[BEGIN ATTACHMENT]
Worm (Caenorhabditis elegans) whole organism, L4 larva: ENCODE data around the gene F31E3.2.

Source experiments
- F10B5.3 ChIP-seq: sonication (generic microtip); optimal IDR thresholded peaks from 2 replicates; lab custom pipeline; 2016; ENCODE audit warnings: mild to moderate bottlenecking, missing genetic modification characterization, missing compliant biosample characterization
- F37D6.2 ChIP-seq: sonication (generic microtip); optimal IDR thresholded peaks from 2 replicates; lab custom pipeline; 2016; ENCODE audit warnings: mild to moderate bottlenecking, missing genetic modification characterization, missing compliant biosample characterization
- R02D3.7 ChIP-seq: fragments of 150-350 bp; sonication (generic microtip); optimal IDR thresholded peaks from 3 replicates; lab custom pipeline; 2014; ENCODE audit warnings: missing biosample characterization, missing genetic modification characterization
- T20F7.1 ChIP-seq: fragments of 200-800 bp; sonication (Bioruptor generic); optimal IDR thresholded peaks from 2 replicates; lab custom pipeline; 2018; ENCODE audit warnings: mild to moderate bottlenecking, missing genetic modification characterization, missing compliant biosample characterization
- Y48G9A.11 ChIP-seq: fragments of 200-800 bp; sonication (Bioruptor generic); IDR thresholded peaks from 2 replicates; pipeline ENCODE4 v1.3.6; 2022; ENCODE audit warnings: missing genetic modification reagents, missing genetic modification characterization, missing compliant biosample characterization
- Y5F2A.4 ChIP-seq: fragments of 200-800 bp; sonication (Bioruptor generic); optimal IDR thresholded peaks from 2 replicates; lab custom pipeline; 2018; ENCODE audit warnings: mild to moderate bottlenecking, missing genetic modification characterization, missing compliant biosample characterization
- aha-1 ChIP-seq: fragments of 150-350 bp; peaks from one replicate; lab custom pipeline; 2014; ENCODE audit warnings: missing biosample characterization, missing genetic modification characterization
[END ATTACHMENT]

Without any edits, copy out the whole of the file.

Worm (Caenorhabditis elegans) whole organism, L4 larva: ENCODE data around the gene F31E3.2.

Source experiments
- F10B5.3 ChIP-seq: sonication (generic microtip); optimal IDR thresholded peaks from 2 replicates; lab custom pipeline; 2016; ENCODE audit warnings: mild to moderate bottlenecking, missing genetic modification characterization, missing compliant biosample characterization
- F37D6.2 ChIP-seq: sonication (generic microtip); optimal IDR thresholded peaks from 2 replicates; lab custom pipeline; 2016; ENCODE audit warnings: mild to moderate bottlenecking, missing genetic modification characterization, missing compliant biosample characterization
- R02D3.7 ChIP-seq: fragments of 150-350 bp; sonication (generic microtip); optimal IDR thresholded peaks from 3 replicates; lab custom pipeline; 2014; ENCODE audit warnings: missing biosample characterization, missing genetic modification characterization
- T20F7.1 ChIP-seq: fragments of 200-800 bp; sonication (Bioruptor generic); optimal IDR thresholded peaks from 2 replicates; lab custom pipeline; 2018; ENCODE audit warnings: mild to moderate bottlenecking, missing genetic modification characterization, missing compliant biosample characterization
- Y48G9A.11 ChIP-seq: fragments of 200-800 bp; sonication (Bioruptor generic); IDR thresholded peaks from 2 replicates; pipeline ENCODE4 v1.3.6; 2022; ENCODE audit warnings: missing genetic modification reagents, missing genetic modification characterization, missing compliant biosample characterization
- Y5F2A.4 ChIP-seq: fragments of 200-800 bp; sonication (Bioruptor generic); optimal IDR thresholded peaks from 2 replicates; lab custom pipeline; 2018; ENCODE audit warnings: mild to moderate bottlenecking, missing genetic modification characterization, missing compliant biosample characterization
- aha-1 ChIP-seq: fragments of 150-350 bp; peaks from one replicate; lab custom pipeline; 2014; ENCODE audit warnings: missing biosample characterization, missing genetic modification characterization